The length of this tour is tailored to children and they will certainly find it a fun and enjoyable bike ride. The tour leads in an arc around Randers.
Along the route, one passes through the residential neighborhoods of the town as well as through both beautiful nature and small and large sights where one can take a break. It is a good idea to bring lunch and enjoy it by the side of the road, on a bench or by the shelter site in Nordre Fælled, which is situated about halfway along the route.
When riding along Udbyhøjvej, one passes the building Nørrejyllands Tøjhus with its characteristic yellow brick buildings. The building was built in 1801 and was used for weapons storage by the Danish army for 200 years. The garden here was established to beautify the surroundings of the building, and today it is one of the most popular green oases of the town.
Formerly, this area was used as exercise terrain for the soldiers of the Randers barracks. Randers was a garrison town until 1997 and among others housed the 5th dragoon regiment. Queen Margrethe II’s grandfather, Christian X, was trained as a military commander in the dragoon regiment in Randers in 1891-92.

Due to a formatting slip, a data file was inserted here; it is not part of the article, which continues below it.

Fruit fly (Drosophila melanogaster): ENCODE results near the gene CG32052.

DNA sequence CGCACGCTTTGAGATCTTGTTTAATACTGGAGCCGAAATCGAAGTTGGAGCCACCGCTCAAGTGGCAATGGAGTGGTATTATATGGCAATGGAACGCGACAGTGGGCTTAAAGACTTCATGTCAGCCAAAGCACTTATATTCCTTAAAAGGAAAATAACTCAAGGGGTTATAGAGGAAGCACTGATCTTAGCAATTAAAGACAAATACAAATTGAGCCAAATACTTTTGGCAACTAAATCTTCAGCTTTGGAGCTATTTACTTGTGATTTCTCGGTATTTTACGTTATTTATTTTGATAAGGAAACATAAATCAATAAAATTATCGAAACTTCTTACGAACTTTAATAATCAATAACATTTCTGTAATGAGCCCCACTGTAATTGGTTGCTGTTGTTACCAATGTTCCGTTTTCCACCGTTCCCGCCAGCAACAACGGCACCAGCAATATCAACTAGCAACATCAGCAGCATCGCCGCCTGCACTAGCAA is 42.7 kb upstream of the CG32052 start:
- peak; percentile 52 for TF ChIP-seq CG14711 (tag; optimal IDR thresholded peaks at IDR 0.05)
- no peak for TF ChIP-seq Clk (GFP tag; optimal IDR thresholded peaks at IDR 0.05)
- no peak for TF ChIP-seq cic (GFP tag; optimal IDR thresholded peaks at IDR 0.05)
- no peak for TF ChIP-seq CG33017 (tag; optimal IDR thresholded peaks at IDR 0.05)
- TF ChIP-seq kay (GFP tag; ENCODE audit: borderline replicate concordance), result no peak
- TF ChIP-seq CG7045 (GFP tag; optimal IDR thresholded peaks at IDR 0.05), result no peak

The modern church, which has been designed by the well-known architect Henning Larsen, was consecrated in 1994. In the church interior, daylight is utilized in a most unusual way: the two long walls are namely furnished with little window holes, which throw slight beams of light into the room while the walls are illuminated from a slit in the roof.
Christian III’s Channel
South of Hornbæk Church, one can see the remains of the extensive construction work, which in 1553 resulted in the building of a channel from the stream Nørreå near Fladbro to the western edge of the medieval town of Randers. The channel supplied the moats around the town with water and at the same time delivered water to the mill Dronningborg Slotsmølle.